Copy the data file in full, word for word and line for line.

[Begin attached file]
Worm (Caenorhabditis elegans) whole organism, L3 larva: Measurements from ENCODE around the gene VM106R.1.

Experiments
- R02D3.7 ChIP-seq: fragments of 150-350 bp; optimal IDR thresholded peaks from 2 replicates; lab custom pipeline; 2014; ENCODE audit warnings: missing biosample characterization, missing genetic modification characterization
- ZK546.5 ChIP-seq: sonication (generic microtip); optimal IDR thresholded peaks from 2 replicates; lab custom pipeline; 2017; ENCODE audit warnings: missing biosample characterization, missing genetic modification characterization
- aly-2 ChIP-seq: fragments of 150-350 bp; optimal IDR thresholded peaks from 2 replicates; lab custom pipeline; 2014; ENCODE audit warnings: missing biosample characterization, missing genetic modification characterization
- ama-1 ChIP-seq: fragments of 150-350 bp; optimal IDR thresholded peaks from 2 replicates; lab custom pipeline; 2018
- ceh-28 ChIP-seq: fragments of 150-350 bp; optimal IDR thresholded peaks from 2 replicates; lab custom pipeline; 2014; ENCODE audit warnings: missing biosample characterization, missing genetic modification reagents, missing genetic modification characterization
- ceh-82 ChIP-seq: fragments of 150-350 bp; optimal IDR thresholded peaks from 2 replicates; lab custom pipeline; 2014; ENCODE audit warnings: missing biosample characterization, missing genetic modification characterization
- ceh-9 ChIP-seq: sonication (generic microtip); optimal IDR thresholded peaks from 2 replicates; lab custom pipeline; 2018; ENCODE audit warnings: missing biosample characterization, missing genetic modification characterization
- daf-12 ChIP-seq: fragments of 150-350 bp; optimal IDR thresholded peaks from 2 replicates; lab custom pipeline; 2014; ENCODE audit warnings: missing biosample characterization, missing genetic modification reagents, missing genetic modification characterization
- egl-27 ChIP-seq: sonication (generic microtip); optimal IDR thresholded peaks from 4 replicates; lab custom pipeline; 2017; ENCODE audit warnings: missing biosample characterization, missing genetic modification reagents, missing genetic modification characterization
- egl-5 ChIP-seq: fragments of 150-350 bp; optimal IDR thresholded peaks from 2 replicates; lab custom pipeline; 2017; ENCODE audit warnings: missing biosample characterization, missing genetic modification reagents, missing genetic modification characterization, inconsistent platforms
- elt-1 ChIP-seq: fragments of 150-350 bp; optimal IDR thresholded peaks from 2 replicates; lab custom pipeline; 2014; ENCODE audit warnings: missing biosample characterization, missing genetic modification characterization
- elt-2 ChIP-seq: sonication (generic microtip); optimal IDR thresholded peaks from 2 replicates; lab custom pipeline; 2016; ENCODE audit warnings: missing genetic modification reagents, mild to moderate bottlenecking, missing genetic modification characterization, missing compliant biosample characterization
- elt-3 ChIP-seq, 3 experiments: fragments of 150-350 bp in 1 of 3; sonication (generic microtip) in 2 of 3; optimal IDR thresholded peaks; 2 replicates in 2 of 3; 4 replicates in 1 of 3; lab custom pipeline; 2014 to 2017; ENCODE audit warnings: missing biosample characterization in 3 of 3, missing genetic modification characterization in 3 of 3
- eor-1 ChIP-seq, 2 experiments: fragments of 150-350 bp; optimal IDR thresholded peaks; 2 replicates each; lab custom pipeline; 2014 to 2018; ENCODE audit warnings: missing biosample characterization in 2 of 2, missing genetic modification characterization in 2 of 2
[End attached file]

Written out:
Worm (Caenorhabditis elegans) whole organism, L3 larva: Measurements from ENCODE around the gene VM106R.1.

Experiments
- R02D3.7 ChIP-seq: fragments of 150-350 bp; optimal IDR thresholded peaks from 2 replicates; lab custom pipeline; 2014; ENCODE audit warnings: missing biosample characterization, missing genetic modification characterization
- ZK546.5 ChIP-seq: sonication (generic microtip); optimal IDR thresholded peaks from 2 replicates; lab custom pipeline; 2017; ENCODE audit warnings: missing biosample characterization, missing genetic modification characterization
- aly-2 ChIP-seq: fragments of 150-350 bp; optimal IDR thresholded peaks from 2 replicates; lab custom pipeline; 2014; ENCODE audit warnings: missing biosample characterization, missing genetic modification characterization
- ama-1 ChIP-seq: fragments of 150-350 bp; optimal IDR thresholded peaks from 2 replicates; lab custom pipeline; 2018
- ceh-28 ChIP-seq: fragments of 150-350 bp; optimal IDR thresholded peaks from 2 replicates; lab custom pipeline; 2014; ENCODE audit warnings: missing biosample characterization, missing genetic modification reagents, missing genetic modification characterization
- ceh-82 ChIP-seq: fragments of 150-350 bp; optimal IDR thresholded peaks from 2 replicates; lab custom pipeline; 2014; ENCODE audit warnings: missing biosample characterization, missing genetic modification characterization
- ceh-9 ChIP-seq: sonication (generic microtip); optimal IDR thresholded peaks from 2 replicates; lab custom pipeline; 2018; ENCODE audit warnings: missing biosample characterization, missing genetic modification characterization
- daf-12 ChIP-seq: fragments of 150-350 bp; optimal IDR thresholded peaks from 2 replicates; lab custom pipeline; 2014; ENCODE audit warnings: missing biosample characterization, missing genetic modification reagents, missing genetic modification characterization
- egl-27 ChIP-seq: sonication (generic microtip); optimal IDR thresholded peaks from 4 replicates; lab custom pipeline; 2017; ENCODE audit warnings: missing biosample characterization, missing genetic modification reagents, missing genetic modification characterization
- egl-5 ChIP-seq: fragments of 150-350 bp; optimal IDR thresholded peaks from 2 replicates; lab custom pipeline; 2017; ENCODE audit warnings: missing biosample characterization, missing genetic modification reagents, missing genetic modification characterization, inconsistent platforms
- elt-1 ChIP-seq: fragments of 150-350 bp; optimal IDR thresholded peaks from 2 replicates; lab custom pipeline; 2014; ENCODE audit warnings: missing biosample characterization, missing genetic modification characterization
- elt-2 ChIP-seq: sonication (generic microtip); optimal IDR thresholded peaks from 2 replicates; lab custom pipeline; 2016; ENCODE audit warnings: missing genetic modification reagents, mild to moderate bottlenecking, missing genetic modification characterization, missing compliant biosample characterization
- elt-3 ChIP-seq, 3 experiments: fragments of 150-350 bp in 1 of 3; sonication (generic microtip) in 2 of 3; optimal IDR thresholded peaks; 2 replicates in 2 of 3; 4 replicates in 1 of 3; lab custom pipeline; 2014 to 2017; ENCODE audit warnings: missing biosample characterization in 3 of 3, missing genetic modification characterization in 3 of 3
- eor-1 ChIP-seq, 2 experiments: fragments of 150-350 bp; optimal IDR thresholded peaks; 2 replicates each; lab custom pipeline; 2014 to 2018; ENCODE audit warnings: missing biosample characterization in 2 of 2, missing genetic modification characterization in 2 of 2